Search icon

Movies & TV

24th Jun 2017

FEATURE: Steven Van Zandt on Bruce Springsteen, going solo and the ending to The Sopranos

"Before you know it, 20 years went by. I don't know how."

Conor Heneghan

Steven Van Zandt

There’s a giddiness in Steven Van Zandt’s voice when he responds to a question about the ending to The Sopranos.

It’s not something Van Zandt, who played Silvio Dante in his first television role, gets asked about so often nowadays. As one of the most divisive and controversial finales in the history of television, it hasn’t exactly gone away either.

In case you’re not a fan of the show or need your memory refreshed, the show never provided a definitive conclusion regarding the fate of Tony Soprano in a final scene that was positively dripping with suspense and, as it turns out, prompted a massive revival for the 1980s hit, ‘Don’t Stop Believing’ by Journey.

A few years’ back, Vanity Fair gathered the cast and crew of The Sopranos together for an oral history of the show and when the finale came up, Van Zandt decided to indulge in a bit of mischief.

“There was an article on it (the ending), I think in Vanity Fair, a few years’ back, they went and interviewed all of the actors and directors and everybody associated with The Sopranos about it,” Van Zandt tells JOE.

“Near the end of the article, if not the very end of the article, they said to me ‘so what do you think happened at the end?’ I said to them, ‘I’m going to give you an exclusive and tell you exactly what happened at the end’.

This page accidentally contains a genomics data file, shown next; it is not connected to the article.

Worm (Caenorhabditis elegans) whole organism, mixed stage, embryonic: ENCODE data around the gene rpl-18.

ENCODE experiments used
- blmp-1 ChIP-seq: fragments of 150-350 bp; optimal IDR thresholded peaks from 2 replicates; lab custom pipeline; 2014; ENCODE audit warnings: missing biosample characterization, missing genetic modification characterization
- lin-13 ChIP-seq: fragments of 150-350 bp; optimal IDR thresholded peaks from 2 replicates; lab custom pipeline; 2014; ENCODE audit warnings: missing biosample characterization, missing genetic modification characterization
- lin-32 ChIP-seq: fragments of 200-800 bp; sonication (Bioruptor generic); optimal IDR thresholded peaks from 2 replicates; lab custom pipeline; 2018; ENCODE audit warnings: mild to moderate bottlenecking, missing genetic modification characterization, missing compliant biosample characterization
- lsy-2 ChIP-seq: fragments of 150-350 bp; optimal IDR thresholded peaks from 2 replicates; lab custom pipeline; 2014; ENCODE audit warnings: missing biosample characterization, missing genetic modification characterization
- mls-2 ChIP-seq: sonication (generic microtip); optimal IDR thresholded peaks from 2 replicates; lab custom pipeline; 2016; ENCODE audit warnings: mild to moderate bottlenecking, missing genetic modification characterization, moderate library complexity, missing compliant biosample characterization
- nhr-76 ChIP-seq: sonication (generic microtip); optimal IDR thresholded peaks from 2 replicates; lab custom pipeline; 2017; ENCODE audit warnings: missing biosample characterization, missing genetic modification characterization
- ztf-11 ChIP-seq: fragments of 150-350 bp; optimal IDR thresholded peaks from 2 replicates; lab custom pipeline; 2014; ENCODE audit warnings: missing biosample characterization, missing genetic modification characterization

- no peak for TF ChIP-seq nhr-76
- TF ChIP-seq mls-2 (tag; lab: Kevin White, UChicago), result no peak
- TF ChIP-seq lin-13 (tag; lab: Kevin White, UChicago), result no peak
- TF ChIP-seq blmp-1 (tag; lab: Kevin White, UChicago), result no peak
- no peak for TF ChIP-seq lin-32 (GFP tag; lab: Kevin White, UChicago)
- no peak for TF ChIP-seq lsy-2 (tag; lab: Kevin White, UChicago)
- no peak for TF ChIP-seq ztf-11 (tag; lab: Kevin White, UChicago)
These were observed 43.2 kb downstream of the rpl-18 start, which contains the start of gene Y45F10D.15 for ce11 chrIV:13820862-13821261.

“And they were all very, very interested and I said, ‘Are you ready? This is actually what happened at the end… the director yelled ‘cut’ and the actors went home’. (Laughs)

“People tend to forget, this is just a TV show, folks.”

Mischief aside, Van Zandt is incredibly proud of his role in a series that – this might be hard to believe and will immediately make you feel old – finished up a decade ago. Monday, June 19, 2013, marked the fourth anniversary of the death of the star of the show, James Gandolfini.

Though he was a well-known musician at the time, Van Zandt had no acting experience when he was called on by The Sopranos creator, David Chase, to audition for the show back in 1999.

He originally auditioned for the role of Tony himself, but eventually landed the part of Silvio, the owner of Bada Bing strip club and one of the most level-headed members of the extended Soprano crime family.

Van Zandt has yet to watch the series over again, but it’s something that will always have a place in his heart.

“I’ve never gone back and watched the whole thing – which I would like to do – but I remember it fondly and, of course, everything I learned there I used on (Netflix series) Lilyhammer,” Van Zandt says.

“It (The Sopranos) was a wonderful, wonderful experience. It was such a gift to be given, a whole new craft to learn at that stage of the game.

“I was really quite moved by David Chase’s faith, you know, he had the faith in me to do it and I really appreciate that and you know, you don’t want to let people down when they have faith in you, it happens so rarely.

“I think I rose to the occasion and ended up making him proud.”

Van Zandt is looking to get another TV project off the ground – “I have five different show ideas and we’ll see what people like” – but music is what is occupying his pretty busy schedule at the moment.

Like his long-time bandmate Bruce Springsteen, Van Zandt has seemingly remarkable energy for a man in his mid-60s and has used his time off from touring with the E Street Band to focus on his own group, Little Steven and the Disciples of Soul.